Charles Luffman has acquired the assets and fully taken over management of SkyLifter Ltd as the new director/owner of the business (Company No. 07140078 – Incorporated 29 January 2010), renaming it Luffships Limited (completed 9 May 2018) in a recent bid to fulfil airship development plans that he’s been evolving over many years. He wishes to thank the company’s former director (Jeremy Fitton) and hopes SkyLifter will live on, returning to become an operator of Luffships’ LTA aircraft in the future.
SkyLifter Ltd was responsible for organising production and test of Charles’ design (LS-LT18) for an 18 m diameter lenticular aerostat, developed as a low-captured arrangement to test mooring arrangements and the aerostat in all weather for his omni-directional airship proposals; intended to be an overhead aerial cinema-screen for video and light-show displays at events. A prototype was made in accordance with his specifications/guidance by Airborne Industries Ltd (for the aerostat) and Skylaunch Ltd (for the ground arrangements).
The prototype was called Vikki, sponsored by Wayne Haxton (iFX Media Ltd) a specialist light projectionist (still involved with Charles) who wanted it for such purposes. It was flown several times at private locations in Shropshire during 2010/11 and then put into storage while funds for development were sought.
Charles plans its resurrection and use to continue his strategy for development of omni-directional airships, which he first revealed in 2003 at the AIAA Denver, Colorado, conference, where he gave a paper about his AeroRaft design; a proposal following CargoLifter AG’s closure (2002) for a way to achieve their objective of a serious aerial-crane airship with heavy-lift transport capability that could raise and place outsized payloads of say 100 tonne anywhere with precision control.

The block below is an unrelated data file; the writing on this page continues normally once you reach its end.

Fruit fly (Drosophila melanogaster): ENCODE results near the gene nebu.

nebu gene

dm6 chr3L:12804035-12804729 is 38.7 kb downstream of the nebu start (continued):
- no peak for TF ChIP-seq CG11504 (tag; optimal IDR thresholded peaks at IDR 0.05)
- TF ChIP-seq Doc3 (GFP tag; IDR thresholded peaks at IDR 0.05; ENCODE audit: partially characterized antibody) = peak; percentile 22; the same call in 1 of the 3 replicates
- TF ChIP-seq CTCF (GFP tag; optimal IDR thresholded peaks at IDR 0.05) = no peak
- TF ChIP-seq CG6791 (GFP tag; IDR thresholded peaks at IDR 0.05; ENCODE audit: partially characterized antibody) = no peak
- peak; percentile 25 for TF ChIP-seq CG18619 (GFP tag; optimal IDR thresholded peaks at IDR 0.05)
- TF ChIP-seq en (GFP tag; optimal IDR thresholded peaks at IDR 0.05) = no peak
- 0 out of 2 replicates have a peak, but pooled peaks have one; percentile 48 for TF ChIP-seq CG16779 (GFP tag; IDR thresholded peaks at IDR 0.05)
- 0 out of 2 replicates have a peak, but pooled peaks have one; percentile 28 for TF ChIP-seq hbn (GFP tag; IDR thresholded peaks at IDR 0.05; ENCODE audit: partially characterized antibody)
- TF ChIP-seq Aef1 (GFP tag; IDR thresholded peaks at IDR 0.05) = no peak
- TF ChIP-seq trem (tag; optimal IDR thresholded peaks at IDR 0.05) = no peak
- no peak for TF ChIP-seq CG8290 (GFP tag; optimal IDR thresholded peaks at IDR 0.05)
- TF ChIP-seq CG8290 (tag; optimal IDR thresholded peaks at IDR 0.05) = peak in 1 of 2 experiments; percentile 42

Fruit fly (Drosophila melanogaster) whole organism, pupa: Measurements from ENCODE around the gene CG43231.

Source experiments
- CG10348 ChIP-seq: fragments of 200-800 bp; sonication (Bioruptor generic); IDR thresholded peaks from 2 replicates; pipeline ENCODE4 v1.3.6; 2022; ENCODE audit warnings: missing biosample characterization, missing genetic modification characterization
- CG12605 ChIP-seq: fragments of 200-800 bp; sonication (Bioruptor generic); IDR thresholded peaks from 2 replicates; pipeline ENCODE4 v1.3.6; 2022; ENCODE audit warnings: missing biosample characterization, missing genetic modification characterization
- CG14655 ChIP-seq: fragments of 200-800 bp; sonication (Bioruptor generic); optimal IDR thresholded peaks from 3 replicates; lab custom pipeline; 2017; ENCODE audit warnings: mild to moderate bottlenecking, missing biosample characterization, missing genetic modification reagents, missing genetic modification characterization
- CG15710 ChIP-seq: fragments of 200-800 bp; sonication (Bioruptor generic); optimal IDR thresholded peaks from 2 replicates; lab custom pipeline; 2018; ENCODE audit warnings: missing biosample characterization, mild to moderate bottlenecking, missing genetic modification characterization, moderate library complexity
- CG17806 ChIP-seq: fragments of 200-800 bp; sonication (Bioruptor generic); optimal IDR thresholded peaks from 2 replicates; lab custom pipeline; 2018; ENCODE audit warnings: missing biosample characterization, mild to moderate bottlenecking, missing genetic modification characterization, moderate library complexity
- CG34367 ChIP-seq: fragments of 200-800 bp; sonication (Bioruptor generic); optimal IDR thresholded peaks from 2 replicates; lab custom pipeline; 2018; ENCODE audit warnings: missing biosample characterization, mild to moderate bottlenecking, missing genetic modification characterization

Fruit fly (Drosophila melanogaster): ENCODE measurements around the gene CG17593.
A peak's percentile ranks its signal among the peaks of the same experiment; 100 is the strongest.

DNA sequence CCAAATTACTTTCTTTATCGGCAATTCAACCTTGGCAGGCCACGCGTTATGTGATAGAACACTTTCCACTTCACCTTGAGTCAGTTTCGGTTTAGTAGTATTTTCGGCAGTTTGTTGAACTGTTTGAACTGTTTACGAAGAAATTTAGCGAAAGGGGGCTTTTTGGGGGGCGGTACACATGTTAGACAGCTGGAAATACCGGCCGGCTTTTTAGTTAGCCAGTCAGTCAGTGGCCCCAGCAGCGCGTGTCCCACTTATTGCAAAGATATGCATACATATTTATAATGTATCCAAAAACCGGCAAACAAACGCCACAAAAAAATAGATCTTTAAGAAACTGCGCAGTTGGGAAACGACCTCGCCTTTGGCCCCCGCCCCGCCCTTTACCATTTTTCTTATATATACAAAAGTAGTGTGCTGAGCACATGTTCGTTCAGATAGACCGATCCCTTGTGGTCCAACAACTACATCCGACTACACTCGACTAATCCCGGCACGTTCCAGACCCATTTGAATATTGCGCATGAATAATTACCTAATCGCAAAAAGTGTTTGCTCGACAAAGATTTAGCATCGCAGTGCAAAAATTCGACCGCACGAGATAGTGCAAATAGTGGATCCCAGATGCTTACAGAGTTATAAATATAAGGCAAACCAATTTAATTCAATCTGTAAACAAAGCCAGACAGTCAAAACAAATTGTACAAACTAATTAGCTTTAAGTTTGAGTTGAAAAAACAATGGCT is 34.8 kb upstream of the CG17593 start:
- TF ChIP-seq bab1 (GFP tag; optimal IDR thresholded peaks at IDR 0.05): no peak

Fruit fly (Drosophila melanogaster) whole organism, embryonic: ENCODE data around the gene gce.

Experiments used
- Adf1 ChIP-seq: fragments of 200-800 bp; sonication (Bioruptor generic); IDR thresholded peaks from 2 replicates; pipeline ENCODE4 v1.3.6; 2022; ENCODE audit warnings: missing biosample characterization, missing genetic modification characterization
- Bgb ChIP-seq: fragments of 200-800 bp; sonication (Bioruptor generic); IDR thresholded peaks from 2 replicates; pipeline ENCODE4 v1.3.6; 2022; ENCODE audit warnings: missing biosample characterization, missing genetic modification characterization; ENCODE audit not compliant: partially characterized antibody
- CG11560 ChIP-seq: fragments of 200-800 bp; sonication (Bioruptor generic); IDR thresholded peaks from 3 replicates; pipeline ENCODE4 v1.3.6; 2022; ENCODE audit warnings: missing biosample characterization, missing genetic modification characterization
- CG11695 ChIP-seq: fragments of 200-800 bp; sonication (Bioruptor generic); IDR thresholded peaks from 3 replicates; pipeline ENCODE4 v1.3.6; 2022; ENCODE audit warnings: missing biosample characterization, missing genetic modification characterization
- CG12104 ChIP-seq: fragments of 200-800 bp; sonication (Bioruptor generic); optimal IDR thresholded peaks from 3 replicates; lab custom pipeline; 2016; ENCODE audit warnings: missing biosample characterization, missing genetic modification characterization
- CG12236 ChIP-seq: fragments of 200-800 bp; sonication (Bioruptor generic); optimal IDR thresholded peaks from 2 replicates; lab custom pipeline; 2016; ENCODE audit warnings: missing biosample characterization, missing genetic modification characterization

There wasn’t much interest for the AeroRaft at the time, but he continued with further arrangements knowing from experience that unidirectional airships, although useful for many purposes, aren’t suitable for duties needing precision control of position and heading (necessary for aerial-cranes) and good vertical ascent/descent capability – operating like helicopters, which are omni-directional aircraft. It also should be noted that helicopters are successful because of their ability to do things their aeroplane counterparts aren’t suitable for. It’s a matter of horses for courses!
He currently is pursuing GOV.UK Innovation Funding Service grant aid to enable the low captured lenticular aerostat design’s development, where he hopes to win sufficient finance (also needing risk sharing collaborators) for certification and production series versions (LS-LT15-V1 and V2), using them to first consolidate the business, and then develop airship variants starting with his LS-L20 design, a Mk 1 version, before attempting bigger types.
Charles appreciates that it perhaps won’t be possible to fully realise his dreams, but believes he can lead the show long enough to establish a secure way for the heavy-lift aerial-crane goal (such as the LS-L100 design) to be fulfilled in the future. How long that may be depends on support to begin and finance to continue further developments necessary before the goal is realisable. However, he believes that if the cycle of huge traditional type developments continues without support for new omni-directional types, it may be never!
If successful with the funding application he plans to begin development late 2018 in the UK’s heartlands, so perhaps worth looking out for. Further news will be provided via website blog-posts; where one may also register interest.